Educating Rita – Review – Bradford Alhambra
Educating Rita – Review
Bradford Alhambra, May 2019
by Sandra Callard
In theatrical terms a two-hander is one of the most difficult roles to tackle. Just two actors on stage throughout the entire performance is challenging to even the most experienced thespian, and Educating Rita is one such testing piece. Written by Liverpudlian Willy Russell at the behest of the Royal Shakespeare Company, the new play opened in 1980, and the film followed soon after, with the screenplay also being written by Russell.
This latest production of this evergreen show is touring Britain again and is produced by David Pugh and Dafydd Rogers of Calendar Girls and The Full Monty fame. This time the two stars of the show are the distinguished actor Stephen Tompkinson as Frank and relative newcomer Jessica Johnson in the plum role of Rita. Johnson bounds onto the stage as the Liverpudlian hairdresser who has a longing to be educated and lands in the class of the fading and drunken academic, Frank. The journey that follows will shape the lives of these wildly dissimilar characters, as each face their demons and succumb to the unexpected.
“Plays it for all it is worth”
The stage setting is typical of any college tutor’s room, and the opening scene as Frank searches his library, not for his books, but behind his books for his hidden whiskey bottles, is a funny and promising start. This is the only stage set in the play, and it really needs no more as it represents everything that the story encompasses. The longing of an uneducated woman, a hairdresser, though talented in her field, who longs to understand the meaning of literary words. And the educated and literate tutor, who knows everything that Rita wishes to learn, but is too disillusioned by drink to take her seriously.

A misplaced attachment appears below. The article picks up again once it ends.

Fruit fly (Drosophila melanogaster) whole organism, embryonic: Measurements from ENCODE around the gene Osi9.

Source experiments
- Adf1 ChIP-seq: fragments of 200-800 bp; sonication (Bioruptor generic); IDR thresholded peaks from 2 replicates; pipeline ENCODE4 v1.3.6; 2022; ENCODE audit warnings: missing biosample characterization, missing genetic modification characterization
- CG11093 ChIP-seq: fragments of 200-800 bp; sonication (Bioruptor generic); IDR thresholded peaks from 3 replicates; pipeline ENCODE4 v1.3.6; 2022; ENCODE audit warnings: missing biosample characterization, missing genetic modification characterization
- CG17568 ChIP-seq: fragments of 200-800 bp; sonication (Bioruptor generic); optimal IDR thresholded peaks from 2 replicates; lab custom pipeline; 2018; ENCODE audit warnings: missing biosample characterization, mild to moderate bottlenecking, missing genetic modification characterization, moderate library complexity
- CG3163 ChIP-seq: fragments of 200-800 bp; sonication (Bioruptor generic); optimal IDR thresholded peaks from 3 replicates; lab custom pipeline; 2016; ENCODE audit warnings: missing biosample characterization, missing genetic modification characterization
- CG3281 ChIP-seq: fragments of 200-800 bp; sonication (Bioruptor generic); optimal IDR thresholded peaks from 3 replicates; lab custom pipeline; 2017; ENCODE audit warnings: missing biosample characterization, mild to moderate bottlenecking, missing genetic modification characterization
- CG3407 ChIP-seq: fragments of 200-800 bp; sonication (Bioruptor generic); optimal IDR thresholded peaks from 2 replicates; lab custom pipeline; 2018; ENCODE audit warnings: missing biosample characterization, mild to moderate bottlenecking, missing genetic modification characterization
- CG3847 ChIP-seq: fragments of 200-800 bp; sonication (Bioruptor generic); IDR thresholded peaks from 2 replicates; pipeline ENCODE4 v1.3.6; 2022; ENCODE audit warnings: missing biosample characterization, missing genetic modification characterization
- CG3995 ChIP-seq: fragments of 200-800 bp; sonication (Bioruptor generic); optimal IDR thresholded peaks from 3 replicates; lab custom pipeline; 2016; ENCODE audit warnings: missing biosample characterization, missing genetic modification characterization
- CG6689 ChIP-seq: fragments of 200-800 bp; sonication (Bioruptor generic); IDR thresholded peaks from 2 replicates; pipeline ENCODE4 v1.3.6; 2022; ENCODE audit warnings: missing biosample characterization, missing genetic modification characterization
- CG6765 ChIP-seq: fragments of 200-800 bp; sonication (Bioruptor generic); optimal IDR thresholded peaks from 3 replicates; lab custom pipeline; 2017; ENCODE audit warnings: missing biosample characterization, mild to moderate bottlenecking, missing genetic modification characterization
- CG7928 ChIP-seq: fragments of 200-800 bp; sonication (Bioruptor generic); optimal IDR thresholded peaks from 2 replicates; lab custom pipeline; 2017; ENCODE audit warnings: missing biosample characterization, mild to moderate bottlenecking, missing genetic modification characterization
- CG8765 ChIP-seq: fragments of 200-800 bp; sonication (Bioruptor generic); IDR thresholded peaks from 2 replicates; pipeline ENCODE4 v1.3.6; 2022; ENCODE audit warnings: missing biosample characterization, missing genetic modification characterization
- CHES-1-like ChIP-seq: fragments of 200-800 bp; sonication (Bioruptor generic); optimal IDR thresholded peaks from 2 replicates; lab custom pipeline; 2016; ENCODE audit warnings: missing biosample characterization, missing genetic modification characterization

As Rita, Johnson sports a strong Liverpool accent which fades as her learning grows, and she plays it for all it is worth. Her first visit to Frank’s room after her education has started is beautifully done as she uses newly-learned words incorrectly. It is a fast and clever scene which shows her strong comedy delivery and sharp timing. Russell’s taut script is delivered perfectly, and Johnson’s remarkable self-assurance grows as her confidence solidifies. By the second act the expertise of Tompkinson seems to be a rock that leads and supports her, and towards the end she is a towering presence.
Tompkinson offers up the most wonderful drunk; by rote he is sad, clever, pathetic and lovable, as he turns in an entirely apposite and utterly compelling performance. Shades of his famous Inspector Banks never once hover, as he gives a virtuoso portrayal of Willy Russell’s disillusioned Frank who is finally given a glimmer of hope and pride in himself.
There are many theatre productions today which boast huge casts and numerous scene changes, and many are beautifully done and the numbers on stage add massively to the proceedings. Educating Rita is unique in that it is a one scene, two cast, two hour play, which, if cleverly written and cast with superlative actors, which this one absolutely is, can be a theatre-goer’s dream. I have seen two-handers before on stage, including other productions of Educating Rita, and none have achieved the stature of this production. It grows steadily in interest, assurance and skill as it moves through the story, and the final words and actions are so absolutely right that you can almost hear the satisfaction flow through the audience. It is theatre perfection.